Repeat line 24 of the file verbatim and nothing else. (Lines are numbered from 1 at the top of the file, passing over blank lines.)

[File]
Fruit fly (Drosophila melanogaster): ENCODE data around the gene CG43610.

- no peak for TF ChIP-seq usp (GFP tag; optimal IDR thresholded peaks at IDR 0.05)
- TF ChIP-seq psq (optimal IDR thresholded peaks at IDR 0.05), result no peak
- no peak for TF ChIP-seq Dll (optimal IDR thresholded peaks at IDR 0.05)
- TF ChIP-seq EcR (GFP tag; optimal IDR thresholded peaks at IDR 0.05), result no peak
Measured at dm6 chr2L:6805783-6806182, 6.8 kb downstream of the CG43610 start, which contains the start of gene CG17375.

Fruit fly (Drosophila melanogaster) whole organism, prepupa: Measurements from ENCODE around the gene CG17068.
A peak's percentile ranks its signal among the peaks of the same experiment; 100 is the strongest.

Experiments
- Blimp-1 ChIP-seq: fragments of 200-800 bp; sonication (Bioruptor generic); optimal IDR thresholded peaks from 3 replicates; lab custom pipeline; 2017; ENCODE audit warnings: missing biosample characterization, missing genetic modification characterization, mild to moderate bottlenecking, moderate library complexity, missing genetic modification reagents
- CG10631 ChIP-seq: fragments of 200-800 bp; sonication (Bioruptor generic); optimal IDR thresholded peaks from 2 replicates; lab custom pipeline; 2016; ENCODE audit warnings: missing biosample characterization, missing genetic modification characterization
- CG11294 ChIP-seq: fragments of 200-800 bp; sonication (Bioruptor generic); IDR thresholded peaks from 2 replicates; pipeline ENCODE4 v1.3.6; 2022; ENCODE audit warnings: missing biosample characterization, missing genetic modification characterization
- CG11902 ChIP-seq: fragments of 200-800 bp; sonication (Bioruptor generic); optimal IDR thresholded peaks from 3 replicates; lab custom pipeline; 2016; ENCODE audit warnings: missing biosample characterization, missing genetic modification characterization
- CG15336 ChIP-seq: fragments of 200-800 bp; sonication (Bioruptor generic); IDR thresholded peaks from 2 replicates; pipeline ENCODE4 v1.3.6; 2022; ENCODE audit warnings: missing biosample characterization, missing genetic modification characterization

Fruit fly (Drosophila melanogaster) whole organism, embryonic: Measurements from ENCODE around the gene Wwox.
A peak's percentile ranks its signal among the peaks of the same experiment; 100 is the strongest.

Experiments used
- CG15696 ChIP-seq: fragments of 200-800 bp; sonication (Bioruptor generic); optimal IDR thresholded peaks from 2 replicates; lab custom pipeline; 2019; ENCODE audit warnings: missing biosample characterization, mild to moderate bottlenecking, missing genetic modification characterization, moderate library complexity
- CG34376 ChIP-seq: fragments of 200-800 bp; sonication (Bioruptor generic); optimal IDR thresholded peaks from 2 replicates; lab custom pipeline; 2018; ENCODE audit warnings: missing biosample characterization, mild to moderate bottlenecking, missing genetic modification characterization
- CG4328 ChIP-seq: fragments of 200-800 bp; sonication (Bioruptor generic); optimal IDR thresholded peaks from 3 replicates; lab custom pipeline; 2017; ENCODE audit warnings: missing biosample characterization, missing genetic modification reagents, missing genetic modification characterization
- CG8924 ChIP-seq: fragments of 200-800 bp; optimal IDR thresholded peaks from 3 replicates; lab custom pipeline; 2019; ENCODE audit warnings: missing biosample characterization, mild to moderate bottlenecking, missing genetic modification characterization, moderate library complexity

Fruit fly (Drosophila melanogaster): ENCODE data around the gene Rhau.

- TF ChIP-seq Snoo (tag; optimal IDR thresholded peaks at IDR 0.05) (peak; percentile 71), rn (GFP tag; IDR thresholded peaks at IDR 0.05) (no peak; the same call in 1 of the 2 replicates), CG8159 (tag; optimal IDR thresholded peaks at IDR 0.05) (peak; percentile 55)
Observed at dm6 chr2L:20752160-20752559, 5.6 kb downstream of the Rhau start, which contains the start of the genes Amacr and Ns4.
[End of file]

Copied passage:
Observed at dm6 chr2L:20752160-20752559, 5.6 kb downstream of the Rhau start, which contains the start of the genes Amacr and Ns4.